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NLRB Redefines ‘Employer’ to Consternation of Franchise Operators

Companies can be held liable for labor violations committed by franchisees and contractors, the National Labor Relations Board ruled on Thursday, in a decision that could put pressure on businesses like McDonald's dependent on franchising to negotiate directly with unions.

The board, in a 3-2 decision that will likely be appealed in court, said the existing standard, under which companies had to have "direct and immediate control" over employment matters such as hiring and firing to be considered employers, was outdated and did not reflect the realities of the 21st century workforce.

"We will no longer require that a joint employer not only possess the authority to control employees’ terms and conditions of employment, but also exercise that authority," Board Chairman Mark Pearce wrote.

The decision means large companies that use a franchise model or staffing agencies will in many cases be required to bargain directly with unions and employees, potentially making it easier for them to win higher wages and better working conditions.

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Business groups have said such a ruling, which came in a case involving waste management company Browning-Ferris Industries Inc., would endanger companies that rely on franchising, contracting and supply chains, and kill jobs.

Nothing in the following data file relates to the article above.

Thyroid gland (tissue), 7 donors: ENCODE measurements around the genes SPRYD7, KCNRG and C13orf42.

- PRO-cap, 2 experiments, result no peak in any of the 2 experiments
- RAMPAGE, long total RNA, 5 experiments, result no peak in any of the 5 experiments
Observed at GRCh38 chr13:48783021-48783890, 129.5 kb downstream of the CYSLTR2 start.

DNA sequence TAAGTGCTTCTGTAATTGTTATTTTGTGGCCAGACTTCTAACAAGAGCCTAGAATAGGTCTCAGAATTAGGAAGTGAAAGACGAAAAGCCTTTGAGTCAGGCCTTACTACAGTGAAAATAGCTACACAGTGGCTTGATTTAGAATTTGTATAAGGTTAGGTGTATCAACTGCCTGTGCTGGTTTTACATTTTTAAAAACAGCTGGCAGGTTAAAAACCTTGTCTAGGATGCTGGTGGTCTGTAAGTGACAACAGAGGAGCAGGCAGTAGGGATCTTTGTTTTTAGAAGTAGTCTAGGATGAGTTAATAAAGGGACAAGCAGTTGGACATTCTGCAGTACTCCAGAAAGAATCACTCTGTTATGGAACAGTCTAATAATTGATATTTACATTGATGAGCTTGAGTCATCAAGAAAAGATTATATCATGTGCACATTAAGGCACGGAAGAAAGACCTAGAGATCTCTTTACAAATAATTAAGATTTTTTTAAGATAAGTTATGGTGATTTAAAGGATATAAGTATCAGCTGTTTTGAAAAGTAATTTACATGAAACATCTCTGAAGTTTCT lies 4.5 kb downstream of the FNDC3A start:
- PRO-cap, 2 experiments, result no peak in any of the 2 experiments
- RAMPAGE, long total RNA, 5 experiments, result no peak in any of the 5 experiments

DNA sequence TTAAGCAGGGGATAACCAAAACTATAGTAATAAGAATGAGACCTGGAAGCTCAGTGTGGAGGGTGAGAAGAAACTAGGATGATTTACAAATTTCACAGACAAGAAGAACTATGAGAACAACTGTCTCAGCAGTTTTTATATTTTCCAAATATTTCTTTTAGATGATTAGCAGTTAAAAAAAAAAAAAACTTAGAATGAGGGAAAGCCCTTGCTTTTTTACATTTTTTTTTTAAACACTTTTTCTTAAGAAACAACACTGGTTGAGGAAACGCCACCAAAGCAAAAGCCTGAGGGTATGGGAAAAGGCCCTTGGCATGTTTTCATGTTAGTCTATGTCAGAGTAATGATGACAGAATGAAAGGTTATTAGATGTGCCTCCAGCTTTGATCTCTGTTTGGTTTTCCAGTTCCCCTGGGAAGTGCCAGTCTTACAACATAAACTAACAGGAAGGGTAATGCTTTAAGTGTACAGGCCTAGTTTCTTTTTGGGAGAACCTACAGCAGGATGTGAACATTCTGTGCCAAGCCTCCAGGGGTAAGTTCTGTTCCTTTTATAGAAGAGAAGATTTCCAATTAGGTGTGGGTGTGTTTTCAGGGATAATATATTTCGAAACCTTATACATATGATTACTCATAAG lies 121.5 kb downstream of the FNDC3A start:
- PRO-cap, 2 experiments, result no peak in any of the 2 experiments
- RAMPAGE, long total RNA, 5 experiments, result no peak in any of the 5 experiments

“Every business-to-business relationship is at risk,” said Michael Lotito, a lawyer at Littler Mendelson in San Francisco who works with industry groups.

The decision came as McDonald's Corp is facing a series of NLRB cases brought against dozens of its franchisees around the country. The fast food giant has argued that it is not a joint employer because it does not hire and fire franchise workers, and Thursday's decision may make it more difficult for the company to make its case.

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Unions and others who support the change say it is necessary to bring companies that indirectly control working conditions to the bargaining table and to curb the use of "permanent temps" who are paid less and do not get the same benefits as ordinary employees.

The ruling also means franchises and smaller companies that provide workers will be insulated from liability when labor violations are triggered by corporate policies, said Jeanne Mirer, a lawyer who authored a brief in the case on behalf of the Communication Workers of America and workers' rights groups.

"Now the arrangement can be put back into balance in a way that gives fuller protections to workers and the leased company," she said.

Dissenting NLRB members on Thursday said the board had exceeded its authority by redefining employment, and that the ruling would create uncertainty for businesses nationwide.

"No bargaining table is big enough to seat all of the entities that will be potential joint employers under the majority’s new standards," Members Harry Johnson and Philip Miscimarra wrote.

The case is Browning-Ferris Industries Co, U.S. National Labor Relations Board, No. 32-RC-109684.